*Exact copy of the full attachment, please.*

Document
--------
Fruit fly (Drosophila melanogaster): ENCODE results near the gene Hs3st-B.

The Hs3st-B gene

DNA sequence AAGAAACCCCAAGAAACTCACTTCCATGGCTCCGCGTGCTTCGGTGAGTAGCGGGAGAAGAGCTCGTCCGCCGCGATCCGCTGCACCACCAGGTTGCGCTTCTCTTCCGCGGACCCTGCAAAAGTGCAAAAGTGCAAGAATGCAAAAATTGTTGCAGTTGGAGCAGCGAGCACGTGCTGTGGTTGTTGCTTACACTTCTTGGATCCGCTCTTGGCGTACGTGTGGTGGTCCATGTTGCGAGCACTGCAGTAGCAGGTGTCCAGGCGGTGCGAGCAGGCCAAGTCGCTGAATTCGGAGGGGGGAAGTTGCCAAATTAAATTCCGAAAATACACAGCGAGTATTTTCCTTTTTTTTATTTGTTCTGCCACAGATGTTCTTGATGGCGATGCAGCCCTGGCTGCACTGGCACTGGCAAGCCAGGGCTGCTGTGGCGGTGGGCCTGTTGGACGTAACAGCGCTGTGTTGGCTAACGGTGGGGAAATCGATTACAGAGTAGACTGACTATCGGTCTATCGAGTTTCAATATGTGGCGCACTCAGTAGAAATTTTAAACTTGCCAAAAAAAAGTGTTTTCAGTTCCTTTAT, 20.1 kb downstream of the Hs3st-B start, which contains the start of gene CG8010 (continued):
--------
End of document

Fruit fly (Drosophila melanogaster): ENCODE results near the gene Hs3st-B.

The Hs3st-B gene

DNA sequence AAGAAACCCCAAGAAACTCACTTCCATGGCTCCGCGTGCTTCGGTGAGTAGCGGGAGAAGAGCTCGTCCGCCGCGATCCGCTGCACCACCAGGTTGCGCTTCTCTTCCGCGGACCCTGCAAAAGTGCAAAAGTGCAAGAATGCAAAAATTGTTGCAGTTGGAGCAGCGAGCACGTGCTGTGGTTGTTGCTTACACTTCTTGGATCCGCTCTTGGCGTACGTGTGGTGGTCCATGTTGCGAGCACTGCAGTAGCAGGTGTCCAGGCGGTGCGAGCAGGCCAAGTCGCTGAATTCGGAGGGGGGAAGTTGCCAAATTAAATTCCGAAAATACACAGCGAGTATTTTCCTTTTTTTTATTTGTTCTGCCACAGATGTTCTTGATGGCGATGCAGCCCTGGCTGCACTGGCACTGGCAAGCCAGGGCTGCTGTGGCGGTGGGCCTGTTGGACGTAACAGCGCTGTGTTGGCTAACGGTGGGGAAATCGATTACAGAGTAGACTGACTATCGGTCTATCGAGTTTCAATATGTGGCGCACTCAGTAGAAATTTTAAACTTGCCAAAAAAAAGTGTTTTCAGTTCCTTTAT, 20.1 kb downstream of the Hs3st-B start, which contains the start of gene CG8010 (continued):